Protecting the brand?

Protecting the brand

Yesterday, I wrote about Amazon’s

Kindle Worlds (at AmazonSmile: support a non-profit of your choice by shopping*)

licensing new properties, including G.I. Joe.

Now, in this interesting

Seattle Times article by Jay Greene

which talks about Amazon’s publishing efforts generally, and how they affect the publishing world (I recommend you read it), we get a bit more detail on the deal…and something really stood out to me. According to the article:

“Hasbro is putting few restrictions on authors. Writers can’t produce pieces that are sexually explicit, racist or sexist. Given that G.I. Joe is a military figure, violence is expected.

“Gritty is OK, but gratuitous is not,” Kelly said.

And Hasbro, based in Pawtucket, R.I., deep in Boston Red Sox country, threw in one other restriction: G.I. Joe’s comrade, Snake Eyes, cannot be a portrayed (sic) as a fan of the New York Yankees.”

Banned: sexually explicit, racist, sexist…Yankees fan?

Yep.🙂

I think that last one is quite amusing.

I know a little about G.I. Joe (I like to know a little about everything), but I’m not quite clear: why Snake Eyes specifically? Would it be okay to show another Joe as a Yankees fan? How about a bad guy?😉

I think their other restrictions are reasonable, although all of that gets to be interesting. The snippet in this report doesn’t mention a number of other protected groups…profanity also isn’t mentioned. That might, arguably, make for a more realistic military unit.

So, that gets to my point in this post.

Some companies (Disney, famously), are very protective of their characters and properties. Disney went after cartoonist Dan O’Neill (of the marvelous Odd Bodkins strips) for a comic strip which they felt crossed the line. It depicted Mickey and Minnie doing things that were…um, NSFW (Not Safe For Walt).😉 Disney won.

On the other hand, some have been much more relaxed about it, even explicitly allowing fan fiction (although sometimes with guidelines).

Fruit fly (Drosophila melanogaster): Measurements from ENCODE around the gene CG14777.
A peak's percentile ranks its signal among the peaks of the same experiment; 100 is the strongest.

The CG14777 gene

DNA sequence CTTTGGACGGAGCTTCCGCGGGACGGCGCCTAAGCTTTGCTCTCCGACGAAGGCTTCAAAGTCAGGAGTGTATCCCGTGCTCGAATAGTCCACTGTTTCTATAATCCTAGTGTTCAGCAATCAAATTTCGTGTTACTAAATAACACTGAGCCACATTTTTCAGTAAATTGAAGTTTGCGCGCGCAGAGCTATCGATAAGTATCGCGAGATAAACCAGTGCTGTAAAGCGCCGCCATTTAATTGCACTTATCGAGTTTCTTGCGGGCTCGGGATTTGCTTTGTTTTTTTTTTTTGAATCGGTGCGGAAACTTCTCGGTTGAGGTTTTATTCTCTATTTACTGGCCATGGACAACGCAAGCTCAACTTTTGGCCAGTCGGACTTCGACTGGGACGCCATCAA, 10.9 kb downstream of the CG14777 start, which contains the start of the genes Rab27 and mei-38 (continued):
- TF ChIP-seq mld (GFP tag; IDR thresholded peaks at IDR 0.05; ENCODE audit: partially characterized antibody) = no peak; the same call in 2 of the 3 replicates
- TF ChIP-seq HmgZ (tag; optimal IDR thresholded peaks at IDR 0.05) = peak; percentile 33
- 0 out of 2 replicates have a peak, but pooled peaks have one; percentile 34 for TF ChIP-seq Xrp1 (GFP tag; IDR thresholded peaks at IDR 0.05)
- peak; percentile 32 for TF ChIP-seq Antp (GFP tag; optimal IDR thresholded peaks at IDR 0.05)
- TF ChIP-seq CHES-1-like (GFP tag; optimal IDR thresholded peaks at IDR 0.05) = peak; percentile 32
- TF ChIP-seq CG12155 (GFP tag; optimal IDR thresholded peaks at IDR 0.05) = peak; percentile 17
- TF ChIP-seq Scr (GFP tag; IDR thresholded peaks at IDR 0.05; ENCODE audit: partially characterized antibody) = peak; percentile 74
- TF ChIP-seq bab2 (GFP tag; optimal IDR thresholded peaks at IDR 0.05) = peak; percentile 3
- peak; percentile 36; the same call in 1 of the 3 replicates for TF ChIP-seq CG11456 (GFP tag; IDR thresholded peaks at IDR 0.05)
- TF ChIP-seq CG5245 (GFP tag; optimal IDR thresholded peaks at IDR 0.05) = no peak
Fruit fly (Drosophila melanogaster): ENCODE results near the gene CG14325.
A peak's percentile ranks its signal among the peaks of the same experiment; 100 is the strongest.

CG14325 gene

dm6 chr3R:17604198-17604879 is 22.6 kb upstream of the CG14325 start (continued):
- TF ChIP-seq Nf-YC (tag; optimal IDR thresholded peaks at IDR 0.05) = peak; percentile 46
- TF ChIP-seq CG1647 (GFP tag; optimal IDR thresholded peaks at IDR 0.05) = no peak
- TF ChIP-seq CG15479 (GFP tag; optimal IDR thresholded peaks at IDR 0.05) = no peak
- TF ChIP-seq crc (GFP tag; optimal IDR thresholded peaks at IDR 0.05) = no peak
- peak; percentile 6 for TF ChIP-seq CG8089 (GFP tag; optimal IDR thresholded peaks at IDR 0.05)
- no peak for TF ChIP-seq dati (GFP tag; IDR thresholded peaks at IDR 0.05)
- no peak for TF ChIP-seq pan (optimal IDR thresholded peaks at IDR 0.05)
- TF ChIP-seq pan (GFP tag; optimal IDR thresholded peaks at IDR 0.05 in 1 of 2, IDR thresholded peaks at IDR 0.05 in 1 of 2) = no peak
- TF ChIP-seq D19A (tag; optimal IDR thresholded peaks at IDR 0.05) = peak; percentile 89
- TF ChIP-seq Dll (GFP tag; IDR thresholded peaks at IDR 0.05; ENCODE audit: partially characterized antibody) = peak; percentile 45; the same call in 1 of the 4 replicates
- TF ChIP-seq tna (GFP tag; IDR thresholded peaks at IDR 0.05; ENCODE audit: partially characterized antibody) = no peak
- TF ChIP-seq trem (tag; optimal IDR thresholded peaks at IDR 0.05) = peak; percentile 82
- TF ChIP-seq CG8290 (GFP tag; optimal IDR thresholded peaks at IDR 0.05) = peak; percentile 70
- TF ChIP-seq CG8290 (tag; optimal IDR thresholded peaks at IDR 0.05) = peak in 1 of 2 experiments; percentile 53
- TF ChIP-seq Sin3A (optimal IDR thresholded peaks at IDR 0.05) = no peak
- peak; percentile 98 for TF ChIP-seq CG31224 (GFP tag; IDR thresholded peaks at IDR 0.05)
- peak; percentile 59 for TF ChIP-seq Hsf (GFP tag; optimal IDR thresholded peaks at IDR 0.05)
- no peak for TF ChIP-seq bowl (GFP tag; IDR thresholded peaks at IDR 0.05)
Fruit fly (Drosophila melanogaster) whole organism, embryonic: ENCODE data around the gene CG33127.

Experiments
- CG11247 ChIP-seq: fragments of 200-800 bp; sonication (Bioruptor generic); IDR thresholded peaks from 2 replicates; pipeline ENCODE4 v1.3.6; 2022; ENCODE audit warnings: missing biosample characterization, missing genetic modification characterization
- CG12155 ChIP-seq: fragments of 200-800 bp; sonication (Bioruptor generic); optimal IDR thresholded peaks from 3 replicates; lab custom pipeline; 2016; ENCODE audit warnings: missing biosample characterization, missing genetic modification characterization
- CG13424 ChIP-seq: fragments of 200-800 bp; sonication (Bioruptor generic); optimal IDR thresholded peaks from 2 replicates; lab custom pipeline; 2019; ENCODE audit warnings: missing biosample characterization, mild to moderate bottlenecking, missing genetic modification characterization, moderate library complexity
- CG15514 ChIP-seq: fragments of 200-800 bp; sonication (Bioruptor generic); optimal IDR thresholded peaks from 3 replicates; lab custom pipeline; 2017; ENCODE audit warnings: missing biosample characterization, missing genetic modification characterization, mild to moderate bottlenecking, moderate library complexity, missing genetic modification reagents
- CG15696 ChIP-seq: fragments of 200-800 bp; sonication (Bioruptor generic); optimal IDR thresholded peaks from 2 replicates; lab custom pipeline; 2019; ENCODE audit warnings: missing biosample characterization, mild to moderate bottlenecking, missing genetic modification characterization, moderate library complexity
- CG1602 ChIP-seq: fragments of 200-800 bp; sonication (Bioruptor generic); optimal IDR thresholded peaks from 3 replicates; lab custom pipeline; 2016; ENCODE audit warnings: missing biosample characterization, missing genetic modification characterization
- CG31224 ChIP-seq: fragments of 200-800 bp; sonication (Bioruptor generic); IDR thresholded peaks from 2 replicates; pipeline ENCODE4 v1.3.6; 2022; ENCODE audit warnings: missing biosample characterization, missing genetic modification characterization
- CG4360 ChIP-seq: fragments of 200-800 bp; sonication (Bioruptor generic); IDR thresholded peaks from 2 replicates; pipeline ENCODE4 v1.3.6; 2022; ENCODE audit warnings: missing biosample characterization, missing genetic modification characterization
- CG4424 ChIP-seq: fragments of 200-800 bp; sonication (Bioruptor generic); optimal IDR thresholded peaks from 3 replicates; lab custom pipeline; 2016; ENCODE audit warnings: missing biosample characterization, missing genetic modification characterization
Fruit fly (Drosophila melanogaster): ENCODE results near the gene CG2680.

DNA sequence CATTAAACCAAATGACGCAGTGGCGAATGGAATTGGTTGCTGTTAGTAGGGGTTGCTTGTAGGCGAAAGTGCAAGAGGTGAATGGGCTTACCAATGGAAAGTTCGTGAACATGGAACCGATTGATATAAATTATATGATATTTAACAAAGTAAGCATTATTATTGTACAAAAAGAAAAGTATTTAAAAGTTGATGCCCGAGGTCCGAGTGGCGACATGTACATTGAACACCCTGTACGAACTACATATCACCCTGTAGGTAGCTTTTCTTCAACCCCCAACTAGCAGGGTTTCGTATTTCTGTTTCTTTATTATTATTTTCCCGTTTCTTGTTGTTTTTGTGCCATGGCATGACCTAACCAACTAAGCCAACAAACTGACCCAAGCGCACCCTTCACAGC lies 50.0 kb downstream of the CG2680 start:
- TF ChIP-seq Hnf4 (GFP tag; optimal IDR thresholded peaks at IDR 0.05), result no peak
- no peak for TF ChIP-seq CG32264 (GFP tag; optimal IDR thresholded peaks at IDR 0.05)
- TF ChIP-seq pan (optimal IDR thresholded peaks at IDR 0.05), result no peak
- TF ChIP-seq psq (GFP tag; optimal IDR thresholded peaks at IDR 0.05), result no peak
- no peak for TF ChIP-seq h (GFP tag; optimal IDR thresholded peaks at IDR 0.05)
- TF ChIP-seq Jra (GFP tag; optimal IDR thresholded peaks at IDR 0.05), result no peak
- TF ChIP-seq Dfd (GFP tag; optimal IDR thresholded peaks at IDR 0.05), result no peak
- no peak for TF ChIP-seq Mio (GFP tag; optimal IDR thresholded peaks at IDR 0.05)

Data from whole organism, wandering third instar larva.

When it comes to Kindle Worlds, that has to be on the minds of the rightsholders. Will allowing people fairly free rein with the stories dilute (and possibly diminish) the consumers’ perception of the characters/world?

I think that’s unlikely.

First, I think that many people may see this as another medium. People don’t judge books by the movies or TV shows…or at least, many people don’t. We are talking about serious readers here, for the most part: the ones who know who the publishers are. I think that they will probably be aware that a Kindle Worlds book is something different…and not assume that, say, Kurt Vonnegut is a lousy writer because they read a Kindle World Vonnegut book that wasn’t up to their standards.

Second, bringing in new creative perspectives has often been a contributor to the longevity of a character, I believe.

We can see this when a property is adapted, and something is added or changed during the adaptation, and then that finds it way back into the original medium…or just simply becomes part of the public mythology about the character.

I believe that companies that allow that to happen strengthen their properties, rather than weaken them.

Here are some examples (at least, this is how the stories go that I’ve heard):

  • Superman’s ability to fly was added for the Fleischer cartoons…they thought it was both easier to animate and more dramatic
  • Kryptonite was added by the Superman radio show…so the actor playing Superman could take a break (otherwise, what prevents Superman from being in the story?)
  • The snowstorm in the 1939 Wizard of Oz movie is not based on the original book, but on a 1902 musical (the original solution to the problem, and I’m avoiding spoilers, would have been quite hard to do on stage)
  • The Wicked Witch of the West wasn’t green in the Oz books: that was done for the 1939 movie, in part because they were playing with the new technicolor options. In Wicked, the “fact” that the witch is green is central to the story…presumably, the author didn’t realize that was sourced from the movie, not the public domain works
  • Sherlock Holmes doesn’t say, “Elementary, my dear Watson” in the original stories. Holmes gets quite close to it, using both “Elementary” and “My dear Watson” within paragraphs of each other in The Hound of the Baskervilles. It does appear (with an extra “elementary” at the end in a 1929 movie version. I believe it might first have been used in a satirical way in The Secret Adversary by Agatha Christie
  • Alfred (Bruce Wayne’s butler) being thin and having a mustache came from casting for a film adaptation. Similarly, the Batcave first appeared in a serial, and later became part of the comics